Swindlers hoping to make off with someone else’s money often target unwitting seniors in “grandparent” scams. These schemes, according to the American Bankers Association (ABA), victimize thousands of seniors—and their loved ones—each year.
The scenario, the ABA says, starts with the senior receiving a phone call from a purported family member in what appear to be dire circumstances. The pseudo-family member requests that money be sent immediately, often through wire transfer, to rectify the situation.
To avoid falling prey to these tricks, the ABA advises:
Refusing to provide personal information
– In general, it is wise not to relay any personal information over the phone. If you suspect a scam, take care not to offer up any indentifying or financial information.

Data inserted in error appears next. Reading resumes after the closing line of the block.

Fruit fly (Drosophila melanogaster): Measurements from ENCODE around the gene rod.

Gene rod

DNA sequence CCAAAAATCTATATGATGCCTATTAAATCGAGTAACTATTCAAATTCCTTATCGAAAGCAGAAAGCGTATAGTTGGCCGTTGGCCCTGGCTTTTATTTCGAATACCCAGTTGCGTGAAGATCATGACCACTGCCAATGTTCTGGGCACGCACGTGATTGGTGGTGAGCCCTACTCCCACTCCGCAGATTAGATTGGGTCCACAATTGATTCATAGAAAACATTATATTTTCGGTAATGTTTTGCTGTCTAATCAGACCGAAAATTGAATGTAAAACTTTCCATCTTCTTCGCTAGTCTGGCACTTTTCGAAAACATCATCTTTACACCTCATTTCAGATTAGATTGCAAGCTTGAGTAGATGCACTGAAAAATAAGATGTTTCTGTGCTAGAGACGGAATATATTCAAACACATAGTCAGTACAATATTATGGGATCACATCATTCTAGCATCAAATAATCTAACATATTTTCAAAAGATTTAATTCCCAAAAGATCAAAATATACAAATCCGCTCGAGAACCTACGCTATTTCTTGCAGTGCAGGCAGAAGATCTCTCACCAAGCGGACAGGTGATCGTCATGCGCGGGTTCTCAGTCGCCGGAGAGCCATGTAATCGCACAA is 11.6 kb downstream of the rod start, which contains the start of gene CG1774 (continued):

Proceeding with caution
– Scammers use sophisticated means, including social media, to obtain personal information about a target’s family or friends. Take precautionary measures, including confirming the call with another family member and/or requesting to call the scammer back, before agreeing to any action.
Asking several questions
– The more questions you ask, the less likely a trickster will see the scheme through. Don’t hesitate to ask questions—doing so can even derail the con completely.
Listening to your gut
– Let your instincts guide you. If something feels amiss, say no and hang up the phone immediately. Avoid rushing into a decision at all costs.
“Fraudsters have no problem preying on your goodwill to get inside your wallet,” says Corey Carlisle, executive director of the ABA Foundation. “They’re using social media and Internet searches to fabricate convincing stories, so be careful, trust your gut and do your best to confirm who you’re dealing with before sending any money.”
Published with permission from RISMedia.